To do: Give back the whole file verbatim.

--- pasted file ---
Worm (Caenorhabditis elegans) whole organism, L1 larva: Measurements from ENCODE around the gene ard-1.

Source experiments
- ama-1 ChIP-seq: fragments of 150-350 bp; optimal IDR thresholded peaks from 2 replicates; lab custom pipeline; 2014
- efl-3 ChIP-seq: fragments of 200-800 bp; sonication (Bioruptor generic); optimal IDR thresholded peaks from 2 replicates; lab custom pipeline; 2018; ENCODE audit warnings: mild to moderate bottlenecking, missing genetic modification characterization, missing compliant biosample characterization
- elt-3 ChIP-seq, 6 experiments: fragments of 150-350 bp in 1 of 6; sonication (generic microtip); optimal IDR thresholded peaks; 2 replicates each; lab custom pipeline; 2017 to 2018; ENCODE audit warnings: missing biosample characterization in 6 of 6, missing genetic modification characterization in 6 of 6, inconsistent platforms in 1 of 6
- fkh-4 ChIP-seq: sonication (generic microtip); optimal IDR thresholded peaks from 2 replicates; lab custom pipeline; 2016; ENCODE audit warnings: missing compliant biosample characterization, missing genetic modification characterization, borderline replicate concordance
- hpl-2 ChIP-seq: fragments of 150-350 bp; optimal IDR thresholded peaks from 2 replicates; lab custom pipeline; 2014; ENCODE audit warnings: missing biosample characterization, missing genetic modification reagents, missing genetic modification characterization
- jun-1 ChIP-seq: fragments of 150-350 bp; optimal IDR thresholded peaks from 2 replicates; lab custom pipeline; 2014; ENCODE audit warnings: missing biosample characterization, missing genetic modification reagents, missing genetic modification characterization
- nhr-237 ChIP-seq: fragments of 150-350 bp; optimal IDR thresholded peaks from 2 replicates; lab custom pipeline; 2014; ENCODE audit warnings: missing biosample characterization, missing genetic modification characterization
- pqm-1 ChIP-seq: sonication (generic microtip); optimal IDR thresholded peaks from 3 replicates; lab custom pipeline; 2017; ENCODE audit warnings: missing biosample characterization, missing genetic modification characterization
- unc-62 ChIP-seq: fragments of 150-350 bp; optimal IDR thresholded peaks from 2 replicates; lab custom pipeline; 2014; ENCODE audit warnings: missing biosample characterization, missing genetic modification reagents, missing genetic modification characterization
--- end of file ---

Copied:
Worm (Caenorhabditis elegans) whole organism, L1 larva: Measurements from ENCODE around the gene ard-1.

Source experiments
- ama-1 ChIP-seq: fragments of 150-350 bp; optimal IDR thresholded peaks from 2 replicates; lab custom pipeline; 2014
- efl-3 ChIP-seq: fragments of 200-800 bp; sonication (Bioruptor generic); optimal IDR thresholded peaks from 2 replicates; lab custom pipeline; 2018; ENCODE audit warnings: mild to moderate bottlenecking, missing genetic modification characterization, missing compliant biosample characterization
- elt-3 ChIP-seq, 6 experiments: fragments of 150-350 bp in 1 of 6; sonication (generic microtip); optimal IDR thresholded peaks; 2 replicates each; lab custom pipeline; 2017 to 2018; ENCODE audit warnings: missing biosample characterization in 6 of 6, missing genetic modification characterization in 6 of 6, inconsistent platforms in 1 of 6
- fkh-4 ChIP-seq: sonication (generic microtip); optimal IDR thresholded peaks from 2 replicates; lab custom pipeline; 2016; ENCODE audit warnings: missing compliant biosample characterization, missing genetic modification characterization, borderline replicate concordance
- hpl-2 ChIP-seq: fragments of 150-350 bp; optimal IDR thresholded peaks from 2 replicates; lab custom pipeline; 2014; ENCODE audit warnings: missing biosample characterization, missing genetic modification reagents, missing genetic modification characterization
- jun-1 ChIP-seq: fragments of 150-350 bp; optimal IDR thresholded peaks from 2 replicates; lab custom pipeline; 2014; ENCODE audit warnings: missing biosample characterization, missing genetic modification reagents, missing genetic modification characterization
- nhr-237 ChIP-seq: fragments of 150-350 bp; optimal IDR thresholded peaks from 2 replicates; lab custom pipeline; 2014; ENCODE audit warnings: missing biosample characterization, missing genetic modification characterization
- pqm-1 ChIP-seq: sonication (generic microtip); optimal IDR thresholded peaks from 3 replicates; lab custom pipeline; 2017; ENCODE audit warnings: missing biosample characterization, missing genetic modification characterization
- unc-62 ChIP-seq: fragments of 150-350 bp; optimal IDR thresholded peaks from 2 replicates; lab custom pipeline; 2014; ENCODE audit warnings: missing biosample characterization, missing genetic modification reagents, missing genetic modification characterization